1. Victims of Chernobyl

Chapter 2: Soviet Union
Part 2: Chernobyl Three Years After

The 1986 explosion at Chernobyl in the Soviet Union is widely known as the worst accident ever to occur at a nuclear power plant. The effects of the release of radioactivity have already surpassed the optimistic estimates made at the time of the accident, and the true extent of the damage is becoming clearer year by year. The disaster has put a virtual halt to the building of new nuclear power facilities, and the name Chernobyl has become a metaphor for radioactive contamination on a hitherto unknown scale. Three years after the accident, against a background of growing uneasiness and distrust of the government on the part of the Soviet people, we traveled to Chernobyl to survey at first hand the aftermath of the disaster. A major consideration was to see how radiation victims were being treated and to discover what steps had been taken to prevent further accidents.

1. Victims of Chernobyl

At the edge of a beech forest eighteen miles to the north of Moscow, we joined the elderly couples and families carrying flowers destined for their loved ones and passed silently through the gates of Mitinskoe Municipal Cemetery. Clustered together halfway up a hill lie a group of graves, still white and obviously new. The names and dates carved into the marble shine dully under the leaden sky:

Vladimir Shashenok
April 21, 1951—April 26, 1986

On April 26, 1986, at around one o'clock in the morning, Shashenok, an electrician, was working in the No. 4 reactor at the Chernobyl nuclear power plant. At 1:23 a.m. there was an explosion which shook the ground and caused the roof to cave in.

Shashenok was taken to hospital, having been exposed to a radiation level of over 1,000 rems. At dawn, clutching his wife Luda, he breathed his last. Only five days before he had celebrated his thirty-fifth birthday.

Another victim of radiation was Victor Lopachuk, who had been married for exactly a year when he died. After the explosion, he went around the plant for three hours taking whatever measures he could to prevent any further damage. Lopachuk became stricken with acute radiation sickness. Thirteen days later he died with the words "I've got to turn off the switches..." still on his lips. He was twenty-five years old. Two weeks later his first child, Yurya, a girl, was born.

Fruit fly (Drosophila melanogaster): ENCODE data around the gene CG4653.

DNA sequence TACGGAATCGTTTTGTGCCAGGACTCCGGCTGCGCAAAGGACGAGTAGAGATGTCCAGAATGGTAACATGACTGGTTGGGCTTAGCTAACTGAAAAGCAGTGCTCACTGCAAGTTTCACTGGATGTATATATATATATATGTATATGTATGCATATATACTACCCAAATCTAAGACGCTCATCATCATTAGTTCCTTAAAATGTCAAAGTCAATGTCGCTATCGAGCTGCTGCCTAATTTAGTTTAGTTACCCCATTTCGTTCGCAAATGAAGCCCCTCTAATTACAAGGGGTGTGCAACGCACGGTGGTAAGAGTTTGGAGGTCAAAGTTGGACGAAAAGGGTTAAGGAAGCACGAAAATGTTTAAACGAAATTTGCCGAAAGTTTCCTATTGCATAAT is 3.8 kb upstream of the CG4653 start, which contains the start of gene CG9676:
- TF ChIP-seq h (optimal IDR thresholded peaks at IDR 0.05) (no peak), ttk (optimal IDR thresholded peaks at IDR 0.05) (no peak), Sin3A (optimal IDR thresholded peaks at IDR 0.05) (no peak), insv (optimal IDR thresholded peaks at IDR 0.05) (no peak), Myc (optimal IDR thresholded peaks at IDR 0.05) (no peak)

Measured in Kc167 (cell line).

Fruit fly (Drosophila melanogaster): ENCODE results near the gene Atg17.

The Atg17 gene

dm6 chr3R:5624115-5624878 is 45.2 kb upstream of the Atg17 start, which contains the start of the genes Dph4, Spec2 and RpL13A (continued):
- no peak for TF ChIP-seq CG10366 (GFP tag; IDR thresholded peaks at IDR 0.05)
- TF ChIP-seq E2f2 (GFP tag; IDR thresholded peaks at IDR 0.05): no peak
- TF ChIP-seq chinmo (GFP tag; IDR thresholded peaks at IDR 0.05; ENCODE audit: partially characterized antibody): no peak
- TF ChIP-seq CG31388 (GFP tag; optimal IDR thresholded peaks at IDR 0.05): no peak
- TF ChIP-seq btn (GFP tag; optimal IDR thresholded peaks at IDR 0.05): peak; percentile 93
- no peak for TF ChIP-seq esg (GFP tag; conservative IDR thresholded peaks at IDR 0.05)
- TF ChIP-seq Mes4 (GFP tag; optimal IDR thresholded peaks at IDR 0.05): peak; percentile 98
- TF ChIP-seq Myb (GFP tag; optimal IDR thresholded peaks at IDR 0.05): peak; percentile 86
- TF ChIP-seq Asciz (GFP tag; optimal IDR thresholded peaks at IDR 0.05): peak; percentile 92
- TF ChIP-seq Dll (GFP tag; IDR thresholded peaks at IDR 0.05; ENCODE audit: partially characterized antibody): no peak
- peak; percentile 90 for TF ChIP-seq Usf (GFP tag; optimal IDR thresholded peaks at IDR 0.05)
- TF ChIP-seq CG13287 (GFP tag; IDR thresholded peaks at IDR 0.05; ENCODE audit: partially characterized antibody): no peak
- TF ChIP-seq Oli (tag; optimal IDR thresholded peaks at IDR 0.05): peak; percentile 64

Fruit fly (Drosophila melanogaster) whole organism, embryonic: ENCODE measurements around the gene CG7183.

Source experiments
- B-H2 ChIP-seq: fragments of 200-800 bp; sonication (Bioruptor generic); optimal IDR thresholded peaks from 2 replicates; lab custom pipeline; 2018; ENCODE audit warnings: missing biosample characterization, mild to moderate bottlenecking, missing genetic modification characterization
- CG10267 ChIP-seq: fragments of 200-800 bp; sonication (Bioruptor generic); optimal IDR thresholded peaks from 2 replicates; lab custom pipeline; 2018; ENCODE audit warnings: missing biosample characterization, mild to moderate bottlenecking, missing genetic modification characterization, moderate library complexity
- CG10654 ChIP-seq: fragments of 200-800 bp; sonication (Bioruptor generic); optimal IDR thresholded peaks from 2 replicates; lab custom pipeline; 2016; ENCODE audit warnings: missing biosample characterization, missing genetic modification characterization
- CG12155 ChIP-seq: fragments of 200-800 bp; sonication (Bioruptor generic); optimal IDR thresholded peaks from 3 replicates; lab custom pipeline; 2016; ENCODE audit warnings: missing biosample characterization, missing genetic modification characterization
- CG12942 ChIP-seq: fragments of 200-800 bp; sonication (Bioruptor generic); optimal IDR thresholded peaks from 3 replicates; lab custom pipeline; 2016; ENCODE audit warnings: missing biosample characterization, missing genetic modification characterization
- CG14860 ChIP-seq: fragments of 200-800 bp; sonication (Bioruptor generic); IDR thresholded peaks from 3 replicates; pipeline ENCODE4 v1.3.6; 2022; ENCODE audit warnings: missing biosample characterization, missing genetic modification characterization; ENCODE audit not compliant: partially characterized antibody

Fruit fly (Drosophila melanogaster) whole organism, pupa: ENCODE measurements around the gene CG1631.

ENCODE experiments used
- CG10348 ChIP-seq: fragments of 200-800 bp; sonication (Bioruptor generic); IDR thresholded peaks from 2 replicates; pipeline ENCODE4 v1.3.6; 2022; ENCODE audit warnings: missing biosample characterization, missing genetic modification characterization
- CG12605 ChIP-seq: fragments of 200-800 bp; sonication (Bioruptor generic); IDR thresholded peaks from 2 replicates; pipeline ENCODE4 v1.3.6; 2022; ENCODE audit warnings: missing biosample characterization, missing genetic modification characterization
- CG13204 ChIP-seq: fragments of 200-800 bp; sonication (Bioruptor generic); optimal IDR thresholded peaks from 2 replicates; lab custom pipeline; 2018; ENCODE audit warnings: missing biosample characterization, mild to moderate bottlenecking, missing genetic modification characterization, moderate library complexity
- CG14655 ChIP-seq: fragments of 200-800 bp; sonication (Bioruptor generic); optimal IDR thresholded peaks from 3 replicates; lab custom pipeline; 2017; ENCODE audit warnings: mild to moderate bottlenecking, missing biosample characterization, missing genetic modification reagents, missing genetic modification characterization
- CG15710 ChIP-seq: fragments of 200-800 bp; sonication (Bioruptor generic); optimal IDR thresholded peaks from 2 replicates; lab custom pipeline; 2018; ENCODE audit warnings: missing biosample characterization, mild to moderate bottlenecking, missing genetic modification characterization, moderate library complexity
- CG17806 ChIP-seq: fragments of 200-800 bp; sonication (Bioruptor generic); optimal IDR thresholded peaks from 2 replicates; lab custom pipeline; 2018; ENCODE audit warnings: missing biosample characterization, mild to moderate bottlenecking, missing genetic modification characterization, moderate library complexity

Lying unobtrusively to the right of the two neat rows of graves are two slightly different from the rest. Laid to rest here are First Lieutenant Vladimir Plavik, platoon commander of the plant's fire brigade, and First Lieutenant Victor Kivenok, commander of the 6th Fire Brigade Unit of the town of Pripyat, where the workers of Chernobyl resided. Both men were twenty-three years old at the time of the disaster. The gold stars decorating the gravestones indicate to visitors that these men are heroes of the Soviet Union.

Plavik's group was the first on the scene, arriving five minutes after the explosion. Kivenok's unit was next, arriving eleven minutes later. Both men were involved in putting out the fire in the reactor and preventing the blaze from spreading to the No. 3 reactor nearby. Before long, Plavik and Kivenok were experiencing fierce headaches and nausea together with an odd metallic taste in their mouths. From months of training, they knew only too well the meaning of that metallic taste, but the knowledge that they were exposing their bodies to huge doses of radiation did not stop them from climbing onto the roof, which was in danger of collapsing at any minute, in order to get into the machine room to extinguish the fire. Forty minutes later they lost consciousness while receiving emergency treatment from Dr. Ivan Orlov who, as a physician, was fully aware of the consequences of exposure to radiation.

A day later, Plavik and Kivenok woke up to find themselves in bed, five hundred miles away at Moscow's No. 6 Hospital. They spent fifteen days fighting the unseen enemy that had invaded their young bodies, before giving up the struggle on May 11. Dr. Orlov, who had attended Plavik and Kivenok, followed them to the grave soon after. He was forty-one.

Of the thirty-one victims of Chernobyl officially recognized by the government, twenty-seven are buried in Mitinskoe Cemetery. The fact that these twenty-seven were victims of radiation, however, is not told here at Mitinskoe. Whether in accordance with the wishes of their families or the desire of the government to play down the enormity of the disaster, there is no mention here at all of Chernobyl.

Brimming with questions, we left the cemetery and took the night train to Kiev, from where our investigations of the Chernobyl disaster would begin in earnest.